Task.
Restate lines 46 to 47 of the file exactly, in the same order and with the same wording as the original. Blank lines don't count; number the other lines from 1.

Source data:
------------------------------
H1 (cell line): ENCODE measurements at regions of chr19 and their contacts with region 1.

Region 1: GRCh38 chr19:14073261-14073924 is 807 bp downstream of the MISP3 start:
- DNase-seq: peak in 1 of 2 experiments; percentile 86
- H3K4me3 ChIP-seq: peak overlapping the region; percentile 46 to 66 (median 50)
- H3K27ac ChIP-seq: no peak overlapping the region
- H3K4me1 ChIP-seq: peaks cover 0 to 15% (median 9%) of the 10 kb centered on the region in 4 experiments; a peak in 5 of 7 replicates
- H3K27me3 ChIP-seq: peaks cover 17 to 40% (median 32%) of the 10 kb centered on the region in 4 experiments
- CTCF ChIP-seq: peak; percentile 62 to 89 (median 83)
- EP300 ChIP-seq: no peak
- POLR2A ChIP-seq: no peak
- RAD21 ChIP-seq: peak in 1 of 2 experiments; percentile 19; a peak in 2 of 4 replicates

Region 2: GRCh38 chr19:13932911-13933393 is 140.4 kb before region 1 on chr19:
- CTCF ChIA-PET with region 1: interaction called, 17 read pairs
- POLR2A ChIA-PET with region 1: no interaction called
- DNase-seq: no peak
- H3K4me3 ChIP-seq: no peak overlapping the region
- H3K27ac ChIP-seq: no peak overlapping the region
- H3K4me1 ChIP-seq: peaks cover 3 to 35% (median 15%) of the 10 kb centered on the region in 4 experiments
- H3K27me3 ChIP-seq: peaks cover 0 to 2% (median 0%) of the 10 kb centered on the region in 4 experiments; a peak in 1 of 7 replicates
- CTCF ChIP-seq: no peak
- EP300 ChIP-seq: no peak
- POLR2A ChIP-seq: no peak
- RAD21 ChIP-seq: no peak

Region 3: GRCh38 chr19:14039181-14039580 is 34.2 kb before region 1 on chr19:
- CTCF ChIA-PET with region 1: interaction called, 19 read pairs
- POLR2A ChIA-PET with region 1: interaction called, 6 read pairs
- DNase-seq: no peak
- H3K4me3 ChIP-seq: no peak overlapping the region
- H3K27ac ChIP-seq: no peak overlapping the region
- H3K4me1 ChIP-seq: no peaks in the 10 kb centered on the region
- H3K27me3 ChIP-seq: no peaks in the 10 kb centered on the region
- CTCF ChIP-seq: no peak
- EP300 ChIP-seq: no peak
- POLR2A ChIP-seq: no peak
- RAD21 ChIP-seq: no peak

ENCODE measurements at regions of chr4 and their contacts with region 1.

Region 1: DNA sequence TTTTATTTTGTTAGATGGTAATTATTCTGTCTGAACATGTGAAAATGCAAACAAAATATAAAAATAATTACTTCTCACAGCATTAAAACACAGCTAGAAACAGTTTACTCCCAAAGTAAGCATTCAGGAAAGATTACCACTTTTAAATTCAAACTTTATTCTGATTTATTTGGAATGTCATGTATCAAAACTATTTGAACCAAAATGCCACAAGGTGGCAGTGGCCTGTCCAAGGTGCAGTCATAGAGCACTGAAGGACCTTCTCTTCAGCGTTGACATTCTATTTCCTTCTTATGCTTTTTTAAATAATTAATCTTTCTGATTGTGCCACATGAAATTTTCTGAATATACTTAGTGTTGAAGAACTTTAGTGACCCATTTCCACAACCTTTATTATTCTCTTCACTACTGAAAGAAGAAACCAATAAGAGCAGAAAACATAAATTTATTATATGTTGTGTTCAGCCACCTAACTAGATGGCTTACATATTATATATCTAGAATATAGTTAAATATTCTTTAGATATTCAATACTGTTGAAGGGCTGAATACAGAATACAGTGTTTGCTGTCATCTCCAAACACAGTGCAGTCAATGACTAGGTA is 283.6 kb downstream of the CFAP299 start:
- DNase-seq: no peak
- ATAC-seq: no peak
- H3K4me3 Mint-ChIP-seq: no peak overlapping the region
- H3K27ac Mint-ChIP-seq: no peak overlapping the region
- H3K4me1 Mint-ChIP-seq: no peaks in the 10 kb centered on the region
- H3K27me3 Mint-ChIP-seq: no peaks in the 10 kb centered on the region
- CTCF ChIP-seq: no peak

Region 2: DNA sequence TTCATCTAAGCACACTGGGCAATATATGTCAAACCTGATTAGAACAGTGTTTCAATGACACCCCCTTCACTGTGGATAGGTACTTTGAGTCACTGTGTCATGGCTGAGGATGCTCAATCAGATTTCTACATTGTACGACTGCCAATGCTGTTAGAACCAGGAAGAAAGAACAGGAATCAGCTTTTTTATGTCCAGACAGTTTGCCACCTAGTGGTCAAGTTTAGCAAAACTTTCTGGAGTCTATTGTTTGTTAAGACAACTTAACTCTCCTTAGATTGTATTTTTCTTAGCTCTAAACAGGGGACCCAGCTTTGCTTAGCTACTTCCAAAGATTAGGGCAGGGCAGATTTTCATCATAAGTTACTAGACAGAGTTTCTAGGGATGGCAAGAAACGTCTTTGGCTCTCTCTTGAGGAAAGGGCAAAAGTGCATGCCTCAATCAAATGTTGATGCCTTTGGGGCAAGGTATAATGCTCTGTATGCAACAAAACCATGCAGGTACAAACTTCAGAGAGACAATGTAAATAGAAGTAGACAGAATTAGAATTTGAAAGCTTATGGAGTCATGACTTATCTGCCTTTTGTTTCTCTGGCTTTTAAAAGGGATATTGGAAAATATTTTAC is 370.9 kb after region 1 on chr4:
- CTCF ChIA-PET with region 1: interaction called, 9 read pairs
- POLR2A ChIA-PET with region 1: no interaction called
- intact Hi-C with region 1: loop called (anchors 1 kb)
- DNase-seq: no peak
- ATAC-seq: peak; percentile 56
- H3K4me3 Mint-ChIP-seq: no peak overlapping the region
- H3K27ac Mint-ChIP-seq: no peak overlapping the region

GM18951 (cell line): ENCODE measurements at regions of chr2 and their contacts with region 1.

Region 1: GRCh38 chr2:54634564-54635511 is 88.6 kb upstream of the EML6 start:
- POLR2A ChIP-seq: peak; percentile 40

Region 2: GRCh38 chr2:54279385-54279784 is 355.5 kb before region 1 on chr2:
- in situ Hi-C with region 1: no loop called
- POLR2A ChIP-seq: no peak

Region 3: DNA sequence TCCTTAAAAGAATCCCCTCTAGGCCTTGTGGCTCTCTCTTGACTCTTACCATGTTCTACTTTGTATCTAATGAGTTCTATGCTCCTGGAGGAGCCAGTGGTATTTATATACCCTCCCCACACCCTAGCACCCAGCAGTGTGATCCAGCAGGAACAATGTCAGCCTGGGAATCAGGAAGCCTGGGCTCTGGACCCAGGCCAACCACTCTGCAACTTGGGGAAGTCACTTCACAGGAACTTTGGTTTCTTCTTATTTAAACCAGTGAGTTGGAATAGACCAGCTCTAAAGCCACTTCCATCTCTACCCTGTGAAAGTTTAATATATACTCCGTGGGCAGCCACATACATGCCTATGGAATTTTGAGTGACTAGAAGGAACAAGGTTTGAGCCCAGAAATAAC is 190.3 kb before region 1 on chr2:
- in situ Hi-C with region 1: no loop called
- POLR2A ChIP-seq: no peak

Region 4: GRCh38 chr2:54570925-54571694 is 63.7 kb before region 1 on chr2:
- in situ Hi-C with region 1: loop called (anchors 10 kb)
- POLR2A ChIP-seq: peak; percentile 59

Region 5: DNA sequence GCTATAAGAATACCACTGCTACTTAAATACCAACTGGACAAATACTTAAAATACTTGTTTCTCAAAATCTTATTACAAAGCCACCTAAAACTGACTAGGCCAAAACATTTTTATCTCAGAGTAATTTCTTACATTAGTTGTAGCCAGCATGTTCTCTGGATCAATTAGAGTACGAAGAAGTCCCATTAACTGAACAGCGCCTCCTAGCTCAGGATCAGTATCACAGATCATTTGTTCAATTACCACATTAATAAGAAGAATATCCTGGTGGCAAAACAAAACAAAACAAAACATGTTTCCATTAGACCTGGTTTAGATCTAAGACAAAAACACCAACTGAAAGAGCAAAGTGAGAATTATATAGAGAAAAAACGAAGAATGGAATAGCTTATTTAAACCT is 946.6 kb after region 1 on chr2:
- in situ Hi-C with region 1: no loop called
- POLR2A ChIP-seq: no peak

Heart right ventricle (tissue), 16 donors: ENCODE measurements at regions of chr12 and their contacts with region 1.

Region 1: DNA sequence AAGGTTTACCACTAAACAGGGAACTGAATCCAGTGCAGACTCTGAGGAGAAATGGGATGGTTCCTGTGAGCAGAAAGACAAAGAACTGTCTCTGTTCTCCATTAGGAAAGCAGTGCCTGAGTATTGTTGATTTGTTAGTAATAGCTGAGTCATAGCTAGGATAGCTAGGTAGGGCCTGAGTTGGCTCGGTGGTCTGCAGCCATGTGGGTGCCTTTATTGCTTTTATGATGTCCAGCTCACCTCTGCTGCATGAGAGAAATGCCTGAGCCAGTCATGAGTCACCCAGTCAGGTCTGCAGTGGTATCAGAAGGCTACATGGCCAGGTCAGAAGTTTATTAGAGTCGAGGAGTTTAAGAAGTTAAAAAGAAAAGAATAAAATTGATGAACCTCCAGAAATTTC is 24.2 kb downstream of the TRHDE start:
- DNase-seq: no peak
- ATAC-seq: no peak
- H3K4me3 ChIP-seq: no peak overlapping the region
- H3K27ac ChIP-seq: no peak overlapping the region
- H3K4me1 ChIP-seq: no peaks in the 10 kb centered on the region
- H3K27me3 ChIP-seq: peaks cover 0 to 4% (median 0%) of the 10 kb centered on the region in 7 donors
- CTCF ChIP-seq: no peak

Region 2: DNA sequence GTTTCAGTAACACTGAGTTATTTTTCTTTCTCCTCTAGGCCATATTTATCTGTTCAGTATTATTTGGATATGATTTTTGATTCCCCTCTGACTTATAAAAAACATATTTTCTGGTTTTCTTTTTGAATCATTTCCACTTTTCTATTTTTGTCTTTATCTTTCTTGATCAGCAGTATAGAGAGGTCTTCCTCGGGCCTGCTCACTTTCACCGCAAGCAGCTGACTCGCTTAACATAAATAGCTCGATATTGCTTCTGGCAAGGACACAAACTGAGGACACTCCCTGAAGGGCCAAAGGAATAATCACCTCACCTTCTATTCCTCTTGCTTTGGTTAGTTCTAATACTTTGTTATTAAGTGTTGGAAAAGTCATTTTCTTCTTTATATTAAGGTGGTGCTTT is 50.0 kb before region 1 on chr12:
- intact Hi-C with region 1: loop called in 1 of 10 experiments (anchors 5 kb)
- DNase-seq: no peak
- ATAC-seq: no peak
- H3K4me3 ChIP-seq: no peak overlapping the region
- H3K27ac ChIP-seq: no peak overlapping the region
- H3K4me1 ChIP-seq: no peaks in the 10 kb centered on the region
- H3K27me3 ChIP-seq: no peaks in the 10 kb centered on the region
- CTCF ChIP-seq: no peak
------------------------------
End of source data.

- CTCF ChIA-PET with region 1: interaction called, 9 read pairs
- POLR2A ChIA-PET with region 1: no interaction called